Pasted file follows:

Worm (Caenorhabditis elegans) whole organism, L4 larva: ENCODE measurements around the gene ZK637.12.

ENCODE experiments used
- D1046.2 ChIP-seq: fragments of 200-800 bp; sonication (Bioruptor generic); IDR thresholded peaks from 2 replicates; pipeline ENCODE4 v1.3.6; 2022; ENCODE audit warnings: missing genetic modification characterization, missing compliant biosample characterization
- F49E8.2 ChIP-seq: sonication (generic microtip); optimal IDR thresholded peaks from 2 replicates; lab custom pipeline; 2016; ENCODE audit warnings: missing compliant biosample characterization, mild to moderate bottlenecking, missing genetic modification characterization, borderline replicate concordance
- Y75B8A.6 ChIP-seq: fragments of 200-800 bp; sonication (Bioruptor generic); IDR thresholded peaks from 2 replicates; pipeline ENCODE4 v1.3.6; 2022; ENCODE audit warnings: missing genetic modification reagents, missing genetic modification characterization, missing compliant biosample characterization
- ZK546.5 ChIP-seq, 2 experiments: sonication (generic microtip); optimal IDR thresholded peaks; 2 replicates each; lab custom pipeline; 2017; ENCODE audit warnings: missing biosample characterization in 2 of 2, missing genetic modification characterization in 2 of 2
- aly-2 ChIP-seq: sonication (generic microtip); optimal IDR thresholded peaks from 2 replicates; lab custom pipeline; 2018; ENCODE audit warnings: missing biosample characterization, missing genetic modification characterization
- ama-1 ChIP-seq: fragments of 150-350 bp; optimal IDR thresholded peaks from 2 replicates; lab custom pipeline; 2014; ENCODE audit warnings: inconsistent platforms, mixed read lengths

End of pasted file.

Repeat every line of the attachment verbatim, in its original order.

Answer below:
Worm (Caenorhabditis elegans) whole organism, L4 larva: ENCODE measurements around the gene ZK637.12.

ENCODE experiments used
- D1046.2 ChIP-seq: fragments of 200-800 bp; sonication (Bioruptor generic); IDR thresholded peaks from 2 replicates; pipeline ENCODE4 v1.3.6; 2022; ENCODE audit warnings: missing genetic modification characterization, missing compliant biosample characterization
- F49E8.2 ChIP-seq: sonication (generic microtip); optimal IDR thresholded peaks from 2 replicates; lab custom pipeline; 2016; ENCODE audit warnings: missing compliant biosample characterization, mild to moderate bottlenecking, missing genetic modification characterization, borderline replicate concordance
- Y75B8A.6 ChIP-seq: fragments of 200-800 bp; sonication (Bioruptor generic); IDR thresholded peaks from 2 replicates; pipeline ENCODE4 v1.3.6; 2022; ENCODE audit warnings: missing genetic modification reagents, missing genetic modification characterization, missing compliant biosample characterization
- ZK546.5 ChIP-seq, 2 experiments: sonication (generic microtip); optimal IDR thresholded peaks; 2 replicates each; lab custom pipeline; 2017; ENCODE audit warnings: missing biosample characterization in 2 of 2, missing genetic modification characterization in 2 of 2
- aly-2 ChIP-seq: sonication (generic microtip); optimal IDR thresholded peaks from 2 replicates; lab custom pipeline; 2018; ENCODE audit warnings: missing biosample characterization, missing genetic modification characterization
- ama-1 ChIP-seq: fragments of 150-350 bp; optimal IDR thresholded peaks from 2 replicates; lab custom pipeline; 2014; ENCODE audit warnings: inconsistent platforms, mixed read lengths